“We beat St. Johns last week so our boys knew we had a chance, but St. Johns played lights out,” Beach said. “We played good, they played great. We tip our hat to them, but I’m always thrilled to take home a trophy and put another banner up in the gym.”

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PHOTOS: (Top) Grosse Ile’s Jack Tucker and St. Johns’ Zach Rosendale play together during Saturday’s second round of the Lower Peninsula Division 2 Final. (Middle) East Lansing’s Tony Fuentes watches one of his shots out of the brush at The Meadows. (Click to see more from

Hockey Players Transferring Winter Puck Skills to Spring Golf Swings

By Tom Lang
Special for

May 26, 2023

When the Michigan seasons shift from winter to spring, some high school golf teams are a little more eager than others for the hockey season to officially end.

This is especially true for the school golf programs in Brighton, Hartland and Muskegon Mona Shores – examples of boys teams that love having hockey players transition from the indoor frozen ice to play golf outdoors on the lush green grass.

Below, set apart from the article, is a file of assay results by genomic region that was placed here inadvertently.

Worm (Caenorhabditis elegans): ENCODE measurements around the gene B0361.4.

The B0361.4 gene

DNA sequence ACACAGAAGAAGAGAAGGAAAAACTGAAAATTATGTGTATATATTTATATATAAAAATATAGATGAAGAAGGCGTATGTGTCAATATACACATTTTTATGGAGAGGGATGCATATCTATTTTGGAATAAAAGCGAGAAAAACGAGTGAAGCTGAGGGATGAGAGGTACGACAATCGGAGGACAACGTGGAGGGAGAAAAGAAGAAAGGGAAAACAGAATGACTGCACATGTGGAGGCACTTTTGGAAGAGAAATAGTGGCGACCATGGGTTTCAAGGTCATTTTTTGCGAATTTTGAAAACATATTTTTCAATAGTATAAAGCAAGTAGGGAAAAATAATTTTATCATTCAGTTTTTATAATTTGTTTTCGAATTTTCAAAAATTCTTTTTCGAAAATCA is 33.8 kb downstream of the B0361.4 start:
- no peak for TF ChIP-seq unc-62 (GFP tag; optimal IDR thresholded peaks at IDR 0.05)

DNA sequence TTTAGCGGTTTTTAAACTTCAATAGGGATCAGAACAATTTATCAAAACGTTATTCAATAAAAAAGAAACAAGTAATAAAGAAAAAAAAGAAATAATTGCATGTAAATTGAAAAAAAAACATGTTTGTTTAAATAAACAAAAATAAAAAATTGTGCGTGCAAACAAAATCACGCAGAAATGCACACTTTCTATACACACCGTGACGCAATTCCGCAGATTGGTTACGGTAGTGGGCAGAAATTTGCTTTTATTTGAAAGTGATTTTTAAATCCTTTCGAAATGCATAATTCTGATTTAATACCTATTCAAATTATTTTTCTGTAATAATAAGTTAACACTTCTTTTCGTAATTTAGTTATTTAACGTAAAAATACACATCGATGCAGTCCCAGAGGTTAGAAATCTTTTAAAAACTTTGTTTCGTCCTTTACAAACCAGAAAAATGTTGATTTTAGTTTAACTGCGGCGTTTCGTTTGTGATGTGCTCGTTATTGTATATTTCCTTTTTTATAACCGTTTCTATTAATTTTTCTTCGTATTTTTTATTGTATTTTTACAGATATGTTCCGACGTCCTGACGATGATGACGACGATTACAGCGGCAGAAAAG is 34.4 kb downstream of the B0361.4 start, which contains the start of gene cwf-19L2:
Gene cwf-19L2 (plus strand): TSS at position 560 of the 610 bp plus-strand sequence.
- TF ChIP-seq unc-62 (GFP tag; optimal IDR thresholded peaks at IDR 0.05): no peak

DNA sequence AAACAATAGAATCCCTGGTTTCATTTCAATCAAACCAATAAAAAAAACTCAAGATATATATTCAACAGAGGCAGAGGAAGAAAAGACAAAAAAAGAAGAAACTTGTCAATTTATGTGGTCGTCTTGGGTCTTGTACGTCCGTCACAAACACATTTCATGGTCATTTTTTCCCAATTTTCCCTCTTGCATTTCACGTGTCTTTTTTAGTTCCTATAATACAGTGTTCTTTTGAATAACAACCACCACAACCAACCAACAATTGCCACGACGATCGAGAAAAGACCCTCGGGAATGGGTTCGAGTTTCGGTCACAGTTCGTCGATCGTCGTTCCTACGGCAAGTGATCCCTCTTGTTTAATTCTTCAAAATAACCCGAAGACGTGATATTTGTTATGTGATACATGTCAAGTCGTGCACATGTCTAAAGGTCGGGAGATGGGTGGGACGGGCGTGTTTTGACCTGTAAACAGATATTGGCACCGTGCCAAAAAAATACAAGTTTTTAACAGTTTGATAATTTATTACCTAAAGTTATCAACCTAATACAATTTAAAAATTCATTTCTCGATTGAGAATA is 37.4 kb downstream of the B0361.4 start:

“I would take a golf team full of hockey players any day,” said Hartland golf coach Nathan Oake. “I love them.”

We can tell, because his program is full of them.

Hartland and Brighton each have eight hockey players on their 16-golfer varsity and JV rosters.

Mona Shores has three hockey players this year, but usually has more. In 2023 it’s Oliver MacDonald (all-state honorable mention in hockey), Nathan McNarland and Nicholas Taylor, who was voted Division 1 all-state golf last spring, then leading his team to fifth place at the MHSAA Lower Peninsula Division 1 Final.

Hartland’s Ian Kastamo (16) takes a faceoff against Brighton this winter. Brighton golfer Winston Lerch was also Division 1 all-state last year in golf and an assistant captain on the hockey team this winter that finished Division 1 runner-up to Detroit Catholic Central. Here in 2023, he shot a 65 to open the season at Oakland University for medalist and has committed to Grand Valley State for golf with his 72-stroke average.